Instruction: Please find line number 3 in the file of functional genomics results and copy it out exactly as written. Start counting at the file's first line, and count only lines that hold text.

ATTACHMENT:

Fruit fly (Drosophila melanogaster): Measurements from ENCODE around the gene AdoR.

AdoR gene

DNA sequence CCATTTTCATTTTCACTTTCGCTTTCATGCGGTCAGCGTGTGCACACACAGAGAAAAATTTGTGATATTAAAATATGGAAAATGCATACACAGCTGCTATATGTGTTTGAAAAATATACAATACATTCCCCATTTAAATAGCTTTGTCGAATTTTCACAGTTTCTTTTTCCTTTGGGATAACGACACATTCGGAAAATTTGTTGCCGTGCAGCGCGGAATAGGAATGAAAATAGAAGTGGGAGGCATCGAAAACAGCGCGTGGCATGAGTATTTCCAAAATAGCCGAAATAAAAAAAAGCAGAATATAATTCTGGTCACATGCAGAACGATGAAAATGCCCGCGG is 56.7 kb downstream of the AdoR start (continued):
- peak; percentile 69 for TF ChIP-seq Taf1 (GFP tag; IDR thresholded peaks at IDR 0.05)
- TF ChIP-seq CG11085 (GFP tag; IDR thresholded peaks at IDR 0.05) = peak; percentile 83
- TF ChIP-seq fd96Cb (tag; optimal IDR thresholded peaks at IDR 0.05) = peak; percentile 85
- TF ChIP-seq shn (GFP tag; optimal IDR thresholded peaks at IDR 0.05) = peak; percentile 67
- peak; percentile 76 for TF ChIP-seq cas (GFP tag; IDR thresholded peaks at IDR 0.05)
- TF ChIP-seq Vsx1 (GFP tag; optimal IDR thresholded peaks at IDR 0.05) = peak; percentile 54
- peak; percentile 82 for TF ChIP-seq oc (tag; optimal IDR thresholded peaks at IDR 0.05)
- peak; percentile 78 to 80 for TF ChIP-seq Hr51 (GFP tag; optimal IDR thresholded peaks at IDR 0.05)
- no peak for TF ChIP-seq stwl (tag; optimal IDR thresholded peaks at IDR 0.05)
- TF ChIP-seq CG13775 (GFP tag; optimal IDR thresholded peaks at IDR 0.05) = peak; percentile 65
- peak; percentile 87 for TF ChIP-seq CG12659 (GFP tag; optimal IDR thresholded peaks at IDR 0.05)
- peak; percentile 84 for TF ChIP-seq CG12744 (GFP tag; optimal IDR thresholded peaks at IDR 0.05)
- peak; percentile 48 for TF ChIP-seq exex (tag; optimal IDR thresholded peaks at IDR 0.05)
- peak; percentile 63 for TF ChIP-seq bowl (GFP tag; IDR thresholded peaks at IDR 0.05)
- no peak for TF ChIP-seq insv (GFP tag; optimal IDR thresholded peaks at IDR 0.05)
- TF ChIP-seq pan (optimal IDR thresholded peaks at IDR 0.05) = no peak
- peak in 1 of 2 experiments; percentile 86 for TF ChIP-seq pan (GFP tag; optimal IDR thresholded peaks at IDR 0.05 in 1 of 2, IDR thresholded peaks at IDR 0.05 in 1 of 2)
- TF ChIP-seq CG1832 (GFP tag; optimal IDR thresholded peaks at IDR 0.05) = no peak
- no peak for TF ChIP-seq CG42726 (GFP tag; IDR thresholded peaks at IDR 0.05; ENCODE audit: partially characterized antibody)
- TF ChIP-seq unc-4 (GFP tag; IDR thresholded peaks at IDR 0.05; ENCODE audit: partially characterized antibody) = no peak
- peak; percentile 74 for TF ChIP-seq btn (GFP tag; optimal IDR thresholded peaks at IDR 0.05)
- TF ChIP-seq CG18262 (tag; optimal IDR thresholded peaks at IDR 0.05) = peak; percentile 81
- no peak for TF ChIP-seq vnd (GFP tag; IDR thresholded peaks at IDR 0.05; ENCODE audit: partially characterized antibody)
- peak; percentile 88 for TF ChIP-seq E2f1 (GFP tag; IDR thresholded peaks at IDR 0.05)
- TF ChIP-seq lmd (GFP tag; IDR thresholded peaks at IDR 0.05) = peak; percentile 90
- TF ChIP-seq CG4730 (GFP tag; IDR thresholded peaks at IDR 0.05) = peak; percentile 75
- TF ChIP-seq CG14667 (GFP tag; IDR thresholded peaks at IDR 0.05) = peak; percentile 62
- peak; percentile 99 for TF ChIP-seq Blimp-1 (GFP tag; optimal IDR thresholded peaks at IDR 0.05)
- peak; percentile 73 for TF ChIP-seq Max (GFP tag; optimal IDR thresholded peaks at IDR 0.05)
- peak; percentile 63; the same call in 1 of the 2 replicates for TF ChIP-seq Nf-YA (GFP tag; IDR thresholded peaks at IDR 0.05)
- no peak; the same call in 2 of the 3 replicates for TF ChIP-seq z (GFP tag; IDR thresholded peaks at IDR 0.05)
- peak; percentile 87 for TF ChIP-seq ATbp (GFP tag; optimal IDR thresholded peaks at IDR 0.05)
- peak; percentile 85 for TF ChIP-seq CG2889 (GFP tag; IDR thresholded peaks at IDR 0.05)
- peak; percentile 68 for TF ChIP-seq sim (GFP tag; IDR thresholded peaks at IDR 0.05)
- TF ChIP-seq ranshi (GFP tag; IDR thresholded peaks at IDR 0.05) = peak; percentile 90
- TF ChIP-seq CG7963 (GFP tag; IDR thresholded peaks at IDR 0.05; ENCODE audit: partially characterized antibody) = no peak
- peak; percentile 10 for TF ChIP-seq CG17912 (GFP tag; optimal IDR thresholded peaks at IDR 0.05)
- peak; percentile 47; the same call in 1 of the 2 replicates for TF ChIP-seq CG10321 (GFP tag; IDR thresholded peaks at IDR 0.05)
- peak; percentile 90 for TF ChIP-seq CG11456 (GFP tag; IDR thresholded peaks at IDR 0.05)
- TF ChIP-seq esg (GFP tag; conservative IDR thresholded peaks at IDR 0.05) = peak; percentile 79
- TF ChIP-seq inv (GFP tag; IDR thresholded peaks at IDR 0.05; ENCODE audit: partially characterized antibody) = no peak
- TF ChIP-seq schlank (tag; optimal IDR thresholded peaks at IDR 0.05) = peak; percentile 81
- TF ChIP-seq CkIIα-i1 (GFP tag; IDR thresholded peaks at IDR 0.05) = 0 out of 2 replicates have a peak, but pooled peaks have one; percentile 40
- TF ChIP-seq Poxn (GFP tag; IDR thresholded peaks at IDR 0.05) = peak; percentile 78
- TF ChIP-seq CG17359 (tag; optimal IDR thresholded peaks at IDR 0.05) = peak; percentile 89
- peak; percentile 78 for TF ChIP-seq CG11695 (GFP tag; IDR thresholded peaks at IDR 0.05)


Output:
DNA sequence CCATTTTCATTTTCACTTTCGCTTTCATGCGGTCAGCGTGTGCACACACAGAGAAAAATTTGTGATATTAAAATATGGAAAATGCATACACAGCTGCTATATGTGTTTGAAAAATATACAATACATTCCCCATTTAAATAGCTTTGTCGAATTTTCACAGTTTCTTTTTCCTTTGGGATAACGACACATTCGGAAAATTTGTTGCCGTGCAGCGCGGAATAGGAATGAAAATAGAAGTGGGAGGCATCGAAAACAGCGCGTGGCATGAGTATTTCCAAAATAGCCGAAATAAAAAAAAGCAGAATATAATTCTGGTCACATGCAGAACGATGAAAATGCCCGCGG is 56.7 kb downstream of the AdoR start (continued):